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The Private, Exclusive Guide for Serious Divers Since 1975
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November 2015    Download the Entire Issue (PDF) Available to the Public Vol. 41, No. 11   RSS Feed for Undercurrent Issues
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Flotsam & Jetsam

from the November, 2015 issue of Undercurrent   Subscribe Now

Fire the Copywriter. I recently got an email from Scuba Diving magazine with the headline, "Are You a Guerrilla Diver?" It was about the joys of the Cayman Islands. Whoever wrote the headline probably had heard the words, never read them but tossed them in, thinking the term clever. Of course, the proper term is "Gorilla Diver," meaning one who pushes or exceeds the limits, a concept neither Scuba Diving nor the Caymans would, heaven forbid, ever dare mention or ever acknowledge, except in error.

Pirates Point to Continue. There will be a memorial for Gladys Howard, Pirates Point's recently deceased owner, at Little Cayman Baptist Church on December 17 at 6 p.m. If you want to participate, email On December 18, in celebration of Howard's life, Little Cayman will have a costume parade, starting at Southern Cross Club at 5:30 p.m. and ending at Pirates Point for an open house, with food, a cash bar and dancing until 10 p.m. Also, Pirates Point will keep on trucking. Divemaster Gay Morse tells us that Howard's daughter, Susan, will keep the resort "and let us continue with the hospitality, food and diving we are known for. Of course, no one can replace Gladys, but . . . we get to continue on with our dream. It was definitely a committed relationship between all of us and Gladys that kept the resort so special."

Phi Phi Island Tries to Ban "Try Diving." Officials on the Thai island want to ban the mass-tourism offering, in which people with no dive experience are brought to a shallow reef to walk around and see marine life. "There were companies that just give the tourists rubber clogs to walk on the delicate coral reef and allow them to handle the wildlife," Thon Thamrongnawasawat, a professor at Kasetsart University's Faculty of Fisheries, told the Phuket Gazette.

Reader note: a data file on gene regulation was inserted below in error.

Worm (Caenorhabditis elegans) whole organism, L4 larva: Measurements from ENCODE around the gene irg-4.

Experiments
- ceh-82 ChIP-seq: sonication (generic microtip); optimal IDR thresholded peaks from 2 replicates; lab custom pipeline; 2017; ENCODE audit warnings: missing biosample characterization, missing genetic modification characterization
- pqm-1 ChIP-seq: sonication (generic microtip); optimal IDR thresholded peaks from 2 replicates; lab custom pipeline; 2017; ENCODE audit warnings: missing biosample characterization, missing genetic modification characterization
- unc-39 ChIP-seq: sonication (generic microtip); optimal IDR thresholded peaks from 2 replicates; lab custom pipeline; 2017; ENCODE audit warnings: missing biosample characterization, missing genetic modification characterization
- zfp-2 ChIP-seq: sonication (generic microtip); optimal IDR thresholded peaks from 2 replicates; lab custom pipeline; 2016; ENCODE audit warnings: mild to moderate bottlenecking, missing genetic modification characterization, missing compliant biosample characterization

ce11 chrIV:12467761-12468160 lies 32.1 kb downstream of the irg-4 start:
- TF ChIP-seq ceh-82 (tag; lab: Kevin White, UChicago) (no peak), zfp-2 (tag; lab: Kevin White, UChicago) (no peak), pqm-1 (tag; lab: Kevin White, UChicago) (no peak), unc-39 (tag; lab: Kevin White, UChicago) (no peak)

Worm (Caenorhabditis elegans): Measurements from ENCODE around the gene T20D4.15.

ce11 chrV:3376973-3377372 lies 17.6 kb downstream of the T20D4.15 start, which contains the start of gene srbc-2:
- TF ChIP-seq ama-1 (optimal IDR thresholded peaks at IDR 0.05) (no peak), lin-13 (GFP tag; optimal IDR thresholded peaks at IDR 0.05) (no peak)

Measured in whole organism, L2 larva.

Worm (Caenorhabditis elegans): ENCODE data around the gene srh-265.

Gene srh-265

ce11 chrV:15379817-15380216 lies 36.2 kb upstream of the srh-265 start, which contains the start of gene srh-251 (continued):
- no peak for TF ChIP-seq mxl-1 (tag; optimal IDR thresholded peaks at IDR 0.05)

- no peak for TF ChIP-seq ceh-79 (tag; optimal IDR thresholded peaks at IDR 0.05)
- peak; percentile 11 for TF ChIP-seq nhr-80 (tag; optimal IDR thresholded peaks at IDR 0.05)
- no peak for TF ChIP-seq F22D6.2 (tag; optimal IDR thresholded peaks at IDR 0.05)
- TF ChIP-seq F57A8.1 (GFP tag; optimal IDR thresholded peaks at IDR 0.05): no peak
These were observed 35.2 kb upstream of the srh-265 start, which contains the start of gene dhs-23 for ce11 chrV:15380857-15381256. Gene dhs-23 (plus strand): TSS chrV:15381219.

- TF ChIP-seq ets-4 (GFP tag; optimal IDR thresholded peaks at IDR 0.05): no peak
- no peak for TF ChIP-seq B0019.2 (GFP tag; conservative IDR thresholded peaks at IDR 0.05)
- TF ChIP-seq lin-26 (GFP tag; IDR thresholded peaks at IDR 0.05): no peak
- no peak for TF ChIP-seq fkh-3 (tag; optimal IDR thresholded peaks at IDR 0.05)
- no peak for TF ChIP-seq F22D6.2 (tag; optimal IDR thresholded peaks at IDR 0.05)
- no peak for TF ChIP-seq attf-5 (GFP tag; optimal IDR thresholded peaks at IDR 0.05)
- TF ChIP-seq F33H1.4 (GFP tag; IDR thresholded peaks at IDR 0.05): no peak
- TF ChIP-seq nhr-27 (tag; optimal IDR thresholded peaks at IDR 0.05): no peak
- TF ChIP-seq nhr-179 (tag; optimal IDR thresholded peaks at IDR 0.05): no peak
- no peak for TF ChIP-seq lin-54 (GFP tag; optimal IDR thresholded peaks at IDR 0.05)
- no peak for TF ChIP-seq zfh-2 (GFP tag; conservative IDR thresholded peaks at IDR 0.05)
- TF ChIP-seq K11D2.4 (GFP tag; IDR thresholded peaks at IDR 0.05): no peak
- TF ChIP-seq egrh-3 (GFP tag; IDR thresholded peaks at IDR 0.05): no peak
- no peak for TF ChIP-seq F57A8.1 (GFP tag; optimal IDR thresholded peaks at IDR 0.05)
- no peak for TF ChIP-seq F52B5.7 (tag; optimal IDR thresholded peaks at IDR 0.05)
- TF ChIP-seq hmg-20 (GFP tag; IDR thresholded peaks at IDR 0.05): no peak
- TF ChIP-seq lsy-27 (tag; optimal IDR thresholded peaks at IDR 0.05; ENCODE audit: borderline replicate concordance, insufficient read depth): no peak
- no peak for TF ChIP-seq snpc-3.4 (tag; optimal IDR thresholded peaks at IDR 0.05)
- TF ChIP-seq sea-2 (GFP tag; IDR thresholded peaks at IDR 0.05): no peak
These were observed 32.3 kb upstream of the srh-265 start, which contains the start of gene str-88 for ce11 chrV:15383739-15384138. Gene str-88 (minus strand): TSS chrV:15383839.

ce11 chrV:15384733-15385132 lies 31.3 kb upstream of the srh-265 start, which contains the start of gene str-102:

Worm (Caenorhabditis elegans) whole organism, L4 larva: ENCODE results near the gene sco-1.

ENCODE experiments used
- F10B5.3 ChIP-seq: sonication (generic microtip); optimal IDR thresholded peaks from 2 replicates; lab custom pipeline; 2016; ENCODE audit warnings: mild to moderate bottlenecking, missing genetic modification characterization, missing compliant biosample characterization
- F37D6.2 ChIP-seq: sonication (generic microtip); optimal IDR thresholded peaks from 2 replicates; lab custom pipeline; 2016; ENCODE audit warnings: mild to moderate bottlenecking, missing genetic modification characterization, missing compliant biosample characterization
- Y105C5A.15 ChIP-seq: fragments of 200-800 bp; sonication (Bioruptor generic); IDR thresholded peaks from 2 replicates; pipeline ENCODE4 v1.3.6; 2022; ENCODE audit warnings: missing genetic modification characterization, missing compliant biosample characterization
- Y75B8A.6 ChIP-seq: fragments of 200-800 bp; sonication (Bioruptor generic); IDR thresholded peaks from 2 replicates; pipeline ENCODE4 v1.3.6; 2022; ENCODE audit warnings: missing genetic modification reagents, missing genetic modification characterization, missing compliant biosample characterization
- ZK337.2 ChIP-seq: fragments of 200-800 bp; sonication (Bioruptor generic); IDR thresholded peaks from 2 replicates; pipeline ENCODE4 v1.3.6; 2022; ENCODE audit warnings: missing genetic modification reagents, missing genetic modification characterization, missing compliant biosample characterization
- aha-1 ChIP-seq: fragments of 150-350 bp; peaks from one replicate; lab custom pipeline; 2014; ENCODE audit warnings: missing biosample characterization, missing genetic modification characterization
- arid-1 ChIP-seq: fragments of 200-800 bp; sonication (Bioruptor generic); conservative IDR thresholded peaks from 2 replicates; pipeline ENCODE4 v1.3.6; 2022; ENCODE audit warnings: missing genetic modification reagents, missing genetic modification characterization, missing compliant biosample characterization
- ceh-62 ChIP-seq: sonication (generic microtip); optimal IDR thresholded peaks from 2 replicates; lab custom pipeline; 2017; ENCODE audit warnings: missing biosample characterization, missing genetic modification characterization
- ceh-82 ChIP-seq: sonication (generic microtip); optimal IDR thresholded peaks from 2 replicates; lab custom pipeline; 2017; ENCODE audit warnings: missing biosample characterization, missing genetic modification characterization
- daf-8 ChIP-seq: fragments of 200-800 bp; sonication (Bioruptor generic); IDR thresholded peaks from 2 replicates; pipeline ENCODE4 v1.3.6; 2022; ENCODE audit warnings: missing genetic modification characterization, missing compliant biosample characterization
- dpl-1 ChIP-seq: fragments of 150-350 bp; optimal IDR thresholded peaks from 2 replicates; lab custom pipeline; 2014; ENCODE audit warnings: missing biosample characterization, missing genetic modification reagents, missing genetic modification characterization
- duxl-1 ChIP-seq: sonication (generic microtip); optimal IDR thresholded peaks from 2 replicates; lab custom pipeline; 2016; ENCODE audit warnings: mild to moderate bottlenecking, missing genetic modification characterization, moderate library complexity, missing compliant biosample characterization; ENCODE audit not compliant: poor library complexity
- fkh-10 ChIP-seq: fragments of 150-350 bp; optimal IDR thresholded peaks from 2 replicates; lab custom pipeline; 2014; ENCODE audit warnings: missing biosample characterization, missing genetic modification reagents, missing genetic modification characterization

He and other officials had to chase off five 'Try Diving" boats moored near a protected reef in Ton Sai Bay earlier this month, but after being ordered off their spots, all five boats moved just 500 meters from the reef. Thon says most of the coral where they were moored was completely destroyed. "Try Diving is really no different from seawalking, which is illegal in Thailand's national parks," he says, adding that Phi Phi's ban would not apply to those who seriously want to learn to dive through Discover Scuba and openwater courses.

A Prudent Liveaboard Choice. In our September article about the Siren Fleet losing five of its eight boats to accidents in six years, we noted how the Truk Siren was looted and burned after being washed up on a reef after a typhoon. The Philippine Siren, while still sailing, has issues -- it's a traditional Phinisi with sails, but one diver found out after the engine broke down that the crew had never sailed it before. Based on those facts, Undercurrent subscriber Harvey Cohen (Middlefield, NJ) was prompted to comment, "I do a lot of liveaboard dive trips, and I limit myself to steel hulls with two engines, or one engine and a suit of sails that gets used every week. When I read 'burned to the waterline' and 'dead in the water,' I wonder why anyone would commit to the open sea in such a vessel."

Marine Population Half of What It Was In 1970. Marine mammals, birds, fish and reptiles have declined by 49 percent, according to a report from World Wildlife Fund and the Zoological Society of London. The study, which analyzed more than 1,200 species of marine creatures in the past 45 years, says some species people rely on for food are faring even worse, noting a 74 percent drop in populations of tuna and mackerel. Sea cucumbers, considered a luxury food in Asia, have seen the most significant fall in the past few years -- a 98 percent drop in the Galapagos and a 94 percent drop in the Red Sea. Other faults: the decline of seagrass and mangrove areas, which serve as food sources and nurseries for many species, and carbon dioxide being absorbed into the oceans, making them more acidic.

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